Evaluation of undoped and M-doped TiO2, where M = Sn, Fe, Ni/Nb, Zr, V, and Mn, for lithium-ion battery applications prepared by the molten-salt method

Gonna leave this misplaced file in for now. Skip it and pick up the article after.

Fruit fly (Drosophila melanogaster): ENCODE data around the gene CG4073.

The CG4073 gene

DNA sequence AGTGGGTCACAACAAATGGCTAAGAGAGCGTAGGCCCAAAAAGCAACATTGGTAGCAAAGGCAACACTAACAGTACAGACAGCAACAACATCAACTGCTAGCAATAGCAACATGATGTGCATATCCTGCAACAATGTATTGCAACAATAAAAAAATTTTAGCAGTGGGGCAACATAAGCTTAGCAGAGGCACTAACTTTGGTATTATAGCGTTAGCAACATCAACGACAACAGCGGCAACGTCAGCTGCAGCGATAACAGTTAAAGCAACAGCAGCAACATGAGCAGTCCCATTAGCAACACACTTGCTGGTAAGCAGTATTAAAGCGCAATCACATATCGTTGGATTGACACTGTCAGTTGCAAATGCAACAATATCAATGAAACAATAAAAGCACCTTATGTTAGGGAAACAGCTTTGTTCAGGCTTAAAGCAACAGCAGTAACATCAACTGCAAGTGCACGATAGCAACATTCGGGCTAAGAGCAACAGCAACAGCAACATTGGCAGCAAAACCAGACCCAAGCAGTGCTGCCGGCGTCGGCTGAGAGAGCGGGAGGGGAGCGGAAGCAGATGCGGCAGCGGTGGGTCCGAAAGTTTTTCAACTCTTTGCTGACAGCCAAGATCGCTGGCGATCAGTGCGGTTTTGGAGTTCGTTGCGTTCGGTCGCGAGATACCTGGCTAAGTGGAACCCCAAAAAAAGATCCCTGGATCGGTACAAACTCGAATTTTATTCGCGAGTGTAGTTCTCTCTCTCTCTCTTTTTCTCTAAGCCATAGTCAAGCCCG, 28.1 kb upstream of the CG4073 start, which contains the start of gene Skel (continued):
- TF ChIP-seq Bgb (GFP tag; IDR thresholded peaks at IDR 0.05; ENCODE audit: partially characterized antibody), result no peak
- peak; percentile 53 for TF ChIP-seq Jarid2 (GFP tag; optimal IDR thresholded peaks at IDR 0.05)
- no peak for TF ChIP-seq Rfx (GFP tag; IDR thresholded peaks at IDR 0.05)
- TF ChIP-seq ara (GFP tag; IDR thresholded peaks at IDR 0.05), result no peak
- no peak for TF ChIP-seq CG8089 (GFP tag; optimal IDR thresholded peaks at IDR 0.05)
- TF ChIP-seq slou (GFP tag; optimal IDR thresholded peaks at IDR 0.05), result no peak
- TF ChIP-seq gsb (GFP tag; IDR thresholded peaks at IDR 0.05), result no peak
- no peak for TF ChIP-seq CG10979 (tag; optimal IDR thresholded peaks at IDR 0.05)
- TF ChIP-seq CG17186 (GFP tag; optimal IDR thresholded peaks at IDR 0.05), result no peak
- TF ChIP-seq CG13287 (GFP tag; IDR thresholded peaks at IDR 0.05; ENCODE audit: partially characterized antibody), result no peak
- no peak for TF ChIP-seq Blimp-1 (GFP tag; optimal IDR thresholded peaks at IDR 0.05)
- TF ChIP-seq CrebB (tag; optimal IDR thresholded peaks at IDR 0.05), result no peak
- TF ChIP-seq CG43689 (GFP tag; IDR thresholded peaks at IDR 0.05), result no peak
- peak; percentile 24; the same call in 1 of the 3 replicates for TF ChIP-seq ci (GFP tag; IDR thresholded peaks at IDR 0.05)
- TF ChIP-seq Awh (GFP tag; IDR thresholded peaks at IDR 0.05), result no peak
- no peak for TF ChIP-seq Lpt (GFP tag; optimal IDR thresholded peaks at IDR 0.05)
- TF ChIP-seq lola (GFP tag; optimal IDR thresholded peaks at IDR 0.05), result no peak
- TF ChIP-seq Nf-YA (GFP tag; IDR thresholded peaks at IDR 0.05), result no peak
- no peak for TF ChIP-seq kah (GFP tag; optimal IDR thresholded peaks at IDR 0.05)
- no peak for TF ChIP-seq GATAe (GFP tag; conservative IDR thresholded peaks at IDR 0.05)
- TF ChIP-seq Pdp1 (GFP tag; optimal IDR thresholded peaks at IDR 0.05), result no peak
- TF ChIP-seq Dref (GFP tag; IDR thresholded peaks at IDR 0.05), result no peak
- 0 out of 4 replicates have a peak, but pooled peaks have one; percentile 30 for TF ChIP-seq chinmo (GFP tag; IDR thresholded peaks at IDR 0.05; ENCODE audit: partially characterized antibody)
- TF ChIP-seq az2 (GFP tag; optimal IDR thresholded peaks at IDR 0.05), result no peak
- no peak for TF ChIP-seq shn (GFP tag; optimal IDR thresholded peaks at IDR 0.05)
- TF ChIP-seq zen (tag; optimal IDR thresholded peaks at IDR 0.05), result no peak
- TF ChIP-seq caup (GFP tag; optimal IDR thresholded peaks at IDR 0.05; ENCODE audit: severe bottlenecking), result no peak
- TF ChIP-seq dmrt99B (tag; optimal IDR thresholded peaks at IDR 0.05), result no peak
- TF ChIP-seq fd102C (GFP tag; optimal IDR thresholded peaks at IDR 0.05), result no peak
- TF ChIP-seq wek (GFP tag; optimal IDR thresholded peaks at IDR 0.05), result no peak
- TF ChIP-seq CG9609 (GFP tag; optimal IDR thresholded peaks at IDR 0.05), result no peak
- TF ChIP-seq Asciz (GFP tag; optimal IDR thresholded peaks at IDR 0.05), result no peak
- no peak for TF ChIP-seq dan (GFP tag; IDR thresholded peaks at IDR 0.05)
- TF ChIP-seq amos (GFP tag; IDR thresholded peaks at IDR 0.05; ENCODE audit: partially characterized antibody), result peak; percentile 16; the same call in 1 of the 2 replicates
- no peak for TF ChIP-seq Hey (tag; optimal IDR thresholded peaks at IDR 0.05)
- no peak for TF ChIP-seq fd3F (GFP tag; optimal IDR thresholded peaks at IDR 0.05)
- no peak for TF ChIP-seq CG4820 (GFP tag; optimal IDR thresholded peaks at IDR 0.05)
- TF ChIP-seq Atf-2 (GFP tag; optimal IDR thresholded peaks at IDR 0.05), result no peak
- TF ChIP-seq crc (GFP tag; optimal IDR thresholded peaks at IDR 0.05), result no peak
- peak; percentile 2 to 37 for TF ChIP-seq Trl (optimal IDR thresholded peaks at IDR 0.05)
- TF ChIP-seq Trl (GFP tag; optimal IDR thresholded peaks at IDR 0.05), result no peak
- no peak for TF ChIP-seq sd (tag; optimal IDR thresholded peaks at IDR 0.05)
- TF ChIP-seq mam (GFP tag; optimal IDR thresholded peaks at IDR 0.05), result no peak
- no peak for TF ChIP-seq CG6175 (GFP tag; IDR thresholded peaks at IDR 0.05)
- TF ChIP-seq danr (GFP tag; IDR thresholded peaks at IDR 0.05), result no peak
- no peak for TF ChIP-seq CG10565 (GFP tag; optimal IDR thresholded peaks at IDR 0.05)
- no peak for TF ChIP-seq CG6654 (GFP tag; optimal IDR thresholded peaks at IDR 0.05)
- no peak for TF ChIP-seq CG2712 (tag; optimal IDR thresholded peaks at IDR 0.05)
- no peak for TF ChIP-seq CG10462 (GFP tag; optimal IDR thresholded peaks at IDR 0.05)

The molten-salt method was used to synthesize a series of transition-metal containing titanium dioxides. Some of the transition metals were found to substitute into the TiO2 lattice, such as (Ti0.9Fe0.1)O2, (Ti0.9Zr0.1)O2, (Ti0.9V0.1)O2, and (Ti0.9Mn0.1)O2, while others were formed as composite electrodes (in addition to relatively minor substitutions), namely 0.1SnO2–0.9TiO2 and 0.05NiO–0.1Nb2O5–0.9TiO2. Although identical synthesis-conditions were used the different transition metals yielded different phases. A comparative study of the electrodes relating surface area and composition (via X-ray photoelectron spectroscopy, XPS), and electrochemical behaviour is presented in this work. Among the substituted single phase electrodes, (Ti0.9Zr0.1)O2 exhibited the best reversible capacity of ∼160 mA h g−1, at the end of the 60th cycle in the voltage range 1.0–2.6 V, with a capacity fade of 24% from the 2nd to the 60th cycle. Among the composite electrodes, 0.05NiO–0.1Nb2O5–0.9TiO2 shows the best performance which is comparable to pure TiO2 but with a slower capacity-fade on extended cycling. The worst performing electrode is (Ti0.9V0.1)O2 with a reversible capacity of only ∼70 mA h g−1 at the end of 70 cycles with a current density of 130 mA g−1 in the voltage range 1.0–2.6 V and a capacity drop of 52% from the 2nd to the 70th cycle. The composite 0.1SnO2–0.9TiO2 features the highest irreversible capacity-loss. Zr-substitution into TiO2 gives the best electrochemical performance.